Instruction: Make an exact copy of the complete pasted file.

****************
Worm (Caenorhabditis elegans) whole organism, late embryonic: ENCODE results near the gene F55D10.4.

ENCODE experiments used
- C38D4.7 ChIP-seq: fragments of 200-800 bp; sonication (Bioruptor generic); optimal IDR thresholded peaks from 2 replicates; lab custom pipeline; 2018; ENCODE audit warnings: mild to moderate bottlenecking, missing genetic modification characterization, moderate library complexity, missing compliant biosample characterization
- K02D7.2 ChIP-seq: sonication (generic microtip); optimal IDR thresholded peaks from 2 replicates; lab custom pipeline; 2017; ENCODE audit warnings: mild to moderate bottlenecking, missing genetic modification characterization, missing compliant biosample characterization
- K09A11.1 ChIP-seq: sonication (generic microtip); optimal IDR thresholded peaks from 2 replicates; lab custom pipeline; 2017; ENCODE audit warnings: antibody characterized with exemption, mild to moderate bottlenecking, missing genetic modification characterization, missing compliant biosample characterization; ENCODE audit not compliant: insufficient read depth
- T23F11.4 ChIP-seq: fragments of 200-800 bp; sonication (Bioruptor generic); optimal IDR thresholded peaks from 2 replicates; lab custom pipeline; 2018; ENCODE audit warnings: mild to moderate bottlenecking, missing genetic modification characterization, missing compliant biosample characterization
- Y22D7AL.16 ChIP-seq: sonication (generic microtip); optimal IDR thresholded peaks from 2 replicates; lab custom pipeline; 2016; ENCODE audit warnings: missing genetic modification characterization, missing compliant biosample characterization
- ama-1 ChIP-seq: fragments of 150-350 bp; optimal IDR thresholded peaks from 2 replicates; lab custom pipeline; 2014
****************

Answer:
Worm (Caenorhabditis elegans) whole organism, late embryonic: ENCODE results near the gene F55D10.4.

ENCODE experiments used
- C38D4.7 ChIP-seq: fragments of 200-800 bp; sonication (Bioruptor generic); optimal IDR thresholded peaks from 2 replicates; lab custom pipeline; 2018; ENCODE audit warnings: mild to moderate bottlenecking, missing genetic modification characterization, moderate library complexity, missing compliant biosample characterization
- K02D7.2 ChIP-seq: sonication (generic microtip); optimal IDR thresholded peaks from 2 replicates; lab custom pipeline; 2017; ENCODE audit warnings: mild to moderate bottlenecking, missing genetic modification characterization, missing compliant biosample characterization
- K09A11.1 ChIP-seq: sonication (generic microtip); optimal IDR thresholded peaks from 2 replicates; lab custom pipeline; 2017; ENCODE audit warnings: antibody characterized with exemption, mild to moderate bottlenecking, missing genetic modification characterization, missing compliant biosample characterization; ENCODE audit not compliant: insufficient read depth
- T23F11.4 ChIP-seq: fragments of 200-800 bp; sonication (Bioruptor generic); optimal IDR thresholded peaks from 2 replicates; lab custom pipeline; 2018; ENCODE audit warnings: mild to moderate bottlenecking, missing genetic modification characterization, missing compliant biosample characterization
- Y22D7AL.16 ChIP-seq: sonication (generic microtip); optimal IDR thresholded peaks from 2 replicates; lab custom pipeline; 2016; ENCODE audit warnings: missing genetic modification characterization, missing compliant biosample characterization
- ama-1 ChIP-seq: fragments of 150-350 bp; optimal IDR thresholded peaks from 2 replicates; lab custom pipeline; 2014